Re: Copying nonsense (was Re: [sl4] Uploading (was : goals of AI))

From: Matt Mahoney (
Date: Mon Dec 07 2009 - 13:09:22 MST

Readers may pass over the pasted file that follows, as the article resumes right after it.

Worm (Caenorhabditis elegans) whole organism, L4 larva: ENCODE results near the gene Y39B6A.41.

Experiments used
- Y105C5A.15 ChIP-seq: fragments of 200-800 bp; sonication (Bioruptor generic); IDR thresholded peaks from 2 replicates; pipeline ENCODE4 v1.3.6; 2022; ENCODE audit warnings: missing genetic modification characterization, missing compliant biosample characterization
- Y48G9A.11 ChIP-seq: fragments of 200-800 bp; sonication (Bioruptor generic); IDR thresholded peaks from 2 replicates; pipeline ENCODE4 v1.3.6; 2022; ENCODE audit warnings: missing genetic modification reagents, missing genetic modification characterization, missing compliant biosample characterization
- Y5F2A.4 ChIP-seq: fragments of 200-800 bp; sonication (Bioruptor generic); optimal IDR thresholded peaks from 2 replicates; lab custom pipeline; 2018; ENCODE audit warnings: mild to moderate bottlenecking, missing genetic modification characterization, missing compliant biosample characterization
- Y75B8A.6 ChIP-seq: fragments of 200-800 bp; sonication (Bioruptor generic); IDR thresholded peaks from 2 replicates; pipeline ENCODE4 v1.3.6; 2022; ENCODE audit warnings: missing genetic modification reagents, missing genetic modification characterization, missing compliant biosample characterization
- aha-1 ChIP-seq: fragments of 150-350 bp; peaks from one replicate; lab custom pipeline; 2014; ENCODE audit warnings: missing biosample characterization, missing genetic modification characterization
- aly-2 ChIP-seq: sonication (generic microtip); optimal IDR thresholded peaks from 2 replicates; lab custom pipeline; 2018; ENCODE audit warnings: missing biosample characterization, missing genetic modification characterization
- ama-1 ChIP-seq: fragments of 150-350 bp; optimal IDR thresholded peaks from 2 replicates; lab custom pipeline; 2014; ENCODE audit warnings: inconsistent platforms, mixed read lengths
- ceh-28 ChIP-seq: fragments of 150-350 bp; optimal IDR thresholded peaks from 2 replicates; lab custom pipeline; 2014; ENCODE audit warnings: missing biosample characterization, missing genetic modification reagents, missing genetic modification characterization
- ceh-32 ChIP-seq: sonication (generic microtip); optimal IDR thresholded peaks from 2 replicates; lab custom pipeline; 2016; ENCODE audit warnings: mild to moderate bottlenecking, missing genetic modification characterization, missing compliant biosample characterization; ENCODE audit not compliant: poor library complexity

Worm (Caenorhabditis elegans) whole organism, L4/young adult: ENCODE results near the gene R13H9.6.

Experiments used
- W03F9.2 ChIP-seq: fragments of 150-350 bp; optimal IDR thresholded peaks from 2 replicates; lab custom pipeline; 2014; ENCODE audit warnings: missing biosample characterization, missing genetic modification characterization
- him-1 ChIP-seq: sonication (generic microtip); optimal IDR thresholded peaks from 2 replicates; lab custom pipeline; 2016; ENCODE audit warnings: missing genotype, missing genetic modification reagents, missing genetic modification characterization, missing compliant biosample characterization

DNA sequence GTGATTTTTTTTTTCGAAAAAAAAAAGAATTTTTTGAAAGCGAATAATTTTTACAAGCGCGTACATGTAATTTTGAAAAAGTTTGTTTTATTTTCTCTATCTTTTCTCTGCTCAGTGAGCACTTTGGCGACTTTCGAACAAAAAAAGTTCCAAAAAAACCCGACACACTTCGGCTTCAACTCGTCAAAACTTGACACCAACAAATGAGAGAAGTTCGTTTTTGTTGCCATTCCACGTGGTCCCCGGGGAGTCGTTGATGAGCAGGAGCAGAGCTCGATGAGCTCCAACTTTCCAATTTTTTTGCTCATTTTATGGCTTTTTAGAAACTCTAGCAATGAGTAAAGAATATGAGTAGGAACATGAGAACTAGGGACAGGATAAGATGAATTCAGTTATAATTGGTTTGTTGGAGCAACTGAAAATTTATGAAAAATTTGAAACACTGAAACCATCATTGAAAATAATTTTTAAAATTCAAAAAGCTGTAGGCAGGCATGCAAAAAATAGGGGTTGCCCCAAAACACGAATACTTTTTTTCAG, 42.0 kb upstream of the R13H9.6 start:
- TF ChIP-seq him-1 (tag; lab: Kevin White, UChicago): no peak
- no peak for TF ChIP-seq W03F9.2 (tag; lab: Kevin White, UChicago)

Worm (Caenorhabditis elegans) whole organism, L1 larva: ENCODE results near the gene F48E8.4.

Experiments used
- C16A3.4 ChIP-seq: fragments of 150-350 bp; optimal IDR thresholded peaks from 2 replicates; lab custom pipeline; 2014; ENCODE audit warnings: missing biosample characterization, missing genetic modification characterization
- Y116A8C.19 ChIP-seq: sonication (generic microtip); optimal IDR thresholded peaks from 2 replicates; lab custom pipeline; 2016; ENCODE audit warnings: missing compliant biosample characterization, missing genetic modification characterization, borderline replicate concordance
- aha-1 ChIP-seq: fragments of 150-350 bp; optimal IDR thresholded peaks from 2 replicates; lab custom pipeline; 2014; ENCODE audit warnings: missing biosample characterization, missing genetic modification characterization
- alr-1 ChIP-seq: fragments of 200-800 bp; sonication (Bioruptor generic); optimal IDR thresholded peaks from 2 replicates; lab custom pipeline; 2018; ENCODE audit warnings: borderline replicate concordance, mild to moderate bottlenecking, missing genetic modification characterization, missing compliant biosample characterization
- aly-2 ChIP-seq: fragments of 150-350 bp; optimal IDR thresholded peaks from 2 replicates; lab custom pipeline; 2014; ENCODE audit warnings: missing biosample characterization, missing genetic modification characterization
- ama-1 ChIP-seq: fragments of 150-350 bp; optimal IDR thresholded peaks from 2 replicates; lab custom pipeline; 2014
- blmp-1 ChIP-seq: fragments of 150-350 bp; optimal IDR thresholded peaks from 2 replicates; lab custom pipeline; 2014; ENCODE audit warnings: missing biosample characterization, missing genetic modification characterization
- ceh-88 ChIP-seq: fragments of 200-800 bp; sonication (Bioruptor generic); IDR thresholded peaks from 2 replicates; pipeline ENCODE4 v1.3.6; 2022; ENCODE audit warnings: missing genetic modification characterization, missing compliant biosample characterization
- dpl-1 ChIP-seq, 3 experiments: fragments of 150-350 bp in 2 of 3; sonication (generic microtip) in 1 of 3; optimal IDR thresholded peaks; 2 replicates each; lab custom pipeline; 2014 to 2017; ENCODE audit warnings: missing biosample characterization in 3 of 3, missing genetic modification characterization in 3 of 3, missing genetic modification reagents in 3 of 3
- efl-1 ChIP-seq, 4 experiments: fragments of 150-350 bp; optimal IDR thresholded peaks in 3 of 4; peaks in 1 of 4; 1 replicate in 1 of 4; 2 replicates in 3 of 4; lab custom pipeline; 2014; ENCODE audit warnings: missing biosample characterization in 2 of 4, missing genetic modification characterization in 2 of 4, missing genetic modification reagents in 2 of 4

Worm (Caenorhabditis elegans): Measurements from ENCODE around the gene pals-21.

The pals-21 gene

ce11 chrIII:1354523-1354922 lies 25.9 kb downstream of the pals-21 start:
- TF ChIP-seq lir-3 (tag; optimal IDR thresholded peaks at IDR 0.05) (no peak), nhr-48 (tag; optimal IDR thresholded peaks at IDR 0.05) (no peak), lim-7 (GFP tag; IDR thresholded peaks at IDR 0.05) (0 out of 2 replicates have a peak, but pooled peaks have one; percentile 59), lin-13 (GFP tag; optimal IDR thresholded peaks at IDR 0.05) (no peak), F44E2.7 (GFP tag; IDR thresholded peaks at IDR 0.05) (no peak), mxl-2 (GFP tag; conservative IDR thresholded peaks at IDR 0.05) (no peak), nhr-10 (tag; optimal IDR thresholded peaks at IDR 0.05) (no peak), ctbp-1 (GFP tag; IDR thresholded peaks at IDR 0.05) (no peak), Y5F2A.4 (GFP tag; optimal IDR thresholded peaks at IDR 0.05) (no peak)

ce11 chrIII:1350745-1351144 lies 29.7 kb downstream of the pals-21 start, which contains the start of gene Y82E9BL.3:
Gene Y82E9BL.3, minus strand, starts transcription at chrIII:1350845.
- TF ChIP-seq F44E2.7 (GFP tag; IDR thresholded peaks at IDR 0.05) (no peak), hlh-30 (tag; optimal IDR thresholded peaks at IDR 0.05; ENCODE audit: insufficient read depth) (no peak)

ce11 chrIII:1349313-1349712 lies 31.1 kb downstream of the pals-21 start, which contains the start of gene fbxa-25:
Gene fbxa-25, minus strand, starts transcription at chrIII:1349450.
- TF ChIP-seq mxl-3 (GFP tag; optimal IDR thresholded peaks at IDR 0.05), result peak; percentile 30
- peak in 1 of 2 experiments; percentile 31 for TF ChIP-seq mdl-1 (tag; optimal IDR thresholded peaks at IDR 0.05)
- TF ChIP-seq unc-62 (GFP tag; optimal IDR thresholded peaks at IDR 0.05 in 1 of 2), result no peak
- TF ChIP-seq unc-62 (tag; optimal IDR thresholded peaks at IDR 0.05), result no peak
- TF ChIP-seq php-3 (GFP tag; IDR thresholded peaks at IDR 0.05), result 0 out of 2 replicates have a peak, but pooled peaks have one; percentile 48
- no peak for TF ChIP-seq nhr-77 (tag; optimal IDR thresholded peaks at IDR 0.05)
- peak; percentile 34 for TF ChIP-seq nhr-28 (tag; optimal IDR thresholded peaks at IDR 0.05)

"M.>h" wrote: > ... sorry, but i do not get the whole problem. You understand that I can't define something which doesn't exist. When I say qualia or self awareness or that little person inside your mind that observes the world through your senses, most people know what I mean. Let me put it this way. Consider the AI program that observed everything you did for the last several years until it became so good at predicting your behavior that none of your friends or relatives could distinguish it from you in a Turing test environment. Unfortunately the building containing the only copy of the program is on fire. It is just you and the computer in a room rapidly filling with smoke. There is just enough time either for you to get out, allowing the only copy to be destroyed, or for you to upload a copy of the program to a remote site over the internet with your last dying breath. Which do you do? If you got out, then you must believe in this nonexistent thing. Otherwise you would logically conclude that by preserving your memories in a form that can be backed up, that you become immortal. Furthermore, you have the opportunity to enhance your intelligence and your environment by running on more powerful computers and embodied in better robots in the future. Why would you ever allow one copy to be destroyed now and the only other copy in a few decades? Sorry for my ambiguous use of the word "you". -- Matt Mahoney, ________________________________ From: "M.>h" <> To: "" <> Sent: Mon, December 7, 2009 1:58:00 AM Subject: Re: Copying nonsense (was Re: [sl4] Uploading (was : goals of AI)) ... sorry, but i do not get the whole problem. even if a clone of me would walk up to me right here and now, having sufficiently enough of my memories and claiming to have my 'identity', i would not care if this 'double' would not use my resources (e.g. credit card) and bureaucrats would leave me alone! cheers, miriam Am 06.12.2009 um 22:12 schrieb Thomas Buckner <>: > > > > ________________________________ From: Matt Mahoney <> >To: >Sent: Sun, December 6, 2009 2:44:53 PM >Subject: Re: Copying nonsense (was Re: [sl4] Uploading (was : goals of AI)) > > >Rewot Fetterkey > wrote: >> Can you clarify that? How, exactly, is consciousness nonexistent? > > >By consciousness, I mean that which makes you different from a philosophical zombie as described in >But by definition, a zombie is not distinguishable from you at all. I really don't know how much more clear the logic could be. > > >The > problem arises because all animals, including those that have no concept of death, have evolved a fear of those things that can kill them. Humans do have such a concept, which we associate with a lack of conscious experience. So we all desperately want to preserve this thing that does not exist. We can't help it. We are programmed that way. > > >One way to deal with this conflict is to argue that the zombie argument is wrong and create ever more convoluted arguments to refute it. My preferred approach is as follows: > > >1. I believe that I have conscious experience. (I am programmed to). >2. I know that conscious experience does not exist.. (Logic irrefutably says so). >3. I realize that 1 and 2 are inconsistent. I leave it at that. > > -- Matt Mahoney, > > >I'm with Daniel Dennet on this: the P-zombie is (to paraphrase an earlier poster) > 2+2 = 5. Purely hypothetical, a character in a gendankenexperiment, The Man Who Wasn't There. In practice, any creature with a human brain that could say "Ouch, that hurt" has an internal process isomorphic to what we experience as consciousness. Please see my post of a few hours ago on the Edge talk. > >Consciousness in the human brain is a global pattern of activation and we now have methods of scanning and can say whether that pattern appears or not. This scanning has been applied to comatose/vegetative patients. From Dr. Dehaene's talk: > > >"Let me just give you a very basic idea about the test. We stimulate the patient with five tones. The first four tones are identical, but the fifth can be different. So you hear something like dit-dit-dit-dit-tat. When you do this, a very banal observation, dating back 25 years, is that the brain reacts to the different tone at the end. That reaction, which is called mismatch negativity, is completely automatic. You get it even in coma, in sleep, or when you do not attend to the stimulus. It's a non-conscious response. >Following it, however, there is also, typically, a later brain response called the P3. This is exactly the large-scale global response that we found in our > previous experiments, that must be specifically associated with consciousness. > (snip) >The P3 response (a marker is absent in coma patients. It is also gone in most vegetative state patients — but it remains present in most minimally conscious patients. It is always present in locked-in patients and in any other conscious subject." > > >Consciousness, according to Dr. Dehaene's findings, is how the human brain gets around certain limitations of being an analog computer. If you've read Eliezer Yudkowsky's posts you'll know that his approach to AGI would not necessarily call for the AGI to be conscious in the sense we understand. I recall he said "I'm not looking for the AGI to be a new drinking buddy, at least not at first" or words close to that. Paramount, to him, is that the AGI be Friendly, and not damage us intentionally or otherwise. While the human brain is a kind of analog computer, and much research is now > afoot to emulate it on digital computers, our minds are not exactly computer programs. They are certainly not fungible programs running on a general computing machine, but rather embedded in the structure. The mind is not fungible unless the neural structure is made fungible, which may or may not ever be possible. >To sum up, there's no real-world way a zombie could react as if conscious, using human brain architecture, without being conscious. Unless you believe in magic. And the subject of zombies, even if such could exist, probably doesn't really apply to the problems of building an AGI. > > >Tom Buckner >